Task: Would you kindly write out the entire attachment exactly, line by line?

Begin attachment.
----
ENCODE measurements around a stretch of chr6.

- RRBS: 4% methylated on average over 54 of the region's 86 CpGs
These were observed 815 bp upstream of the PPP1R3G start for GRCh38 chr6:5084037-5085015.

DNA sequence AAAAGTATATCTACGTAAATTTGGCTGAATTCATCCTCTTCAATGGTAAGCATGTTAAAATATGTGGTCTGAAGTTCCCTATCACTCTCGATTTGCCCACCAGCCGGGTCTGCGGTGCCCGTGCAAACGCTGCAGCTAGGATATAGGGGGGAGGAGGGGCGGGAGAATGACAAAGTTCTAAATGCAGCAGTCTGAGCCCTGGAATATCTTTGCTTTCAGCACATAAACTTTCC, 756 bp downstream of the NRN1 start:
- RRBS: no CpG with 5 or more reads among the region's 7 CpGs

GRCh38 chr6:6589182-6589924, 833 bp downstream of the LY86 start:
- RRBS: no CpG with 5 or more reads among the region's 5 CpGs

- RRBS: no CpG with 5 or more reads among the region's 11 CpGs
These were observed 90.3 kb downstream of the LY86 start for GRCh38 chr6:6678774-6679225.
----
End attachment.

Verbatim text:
ENCODE measurements around a stretch of chr6.

- RRBS: 4% methylated on average over 54 of the region's 86 CpGs
These were observed 815 bp upstream of the PPP1R3G start for GRCh38 chr6:5084037-5085015.

DNA sequence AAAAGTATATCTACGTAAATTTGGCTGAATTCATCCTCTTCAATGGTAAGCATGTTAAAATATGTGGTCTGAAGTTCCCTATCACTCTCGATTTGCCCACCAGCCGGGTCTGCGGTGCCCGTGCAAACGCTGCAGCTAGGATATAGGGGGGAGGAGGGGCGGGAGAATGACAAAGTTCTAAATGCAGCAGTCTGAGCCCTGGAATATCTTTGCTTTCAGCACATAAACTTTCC, 756 bp downstream of the NRN1 start:
- RRBS: no CpG with 5 or more reads among the region's 7 CpGs

GRCh38 chr6:6589182-6589924, 833 bp downstream of the LY86 start:
- RRBS: no CpG with 5 or more reads among the region's 5 CpGs

- RRBS: no CpG with 5 or more reads among the region's 11 CpGs
These were observed 90.3 kb downstream of the LY86 start for GRCh38 chr6:6678774-6679225.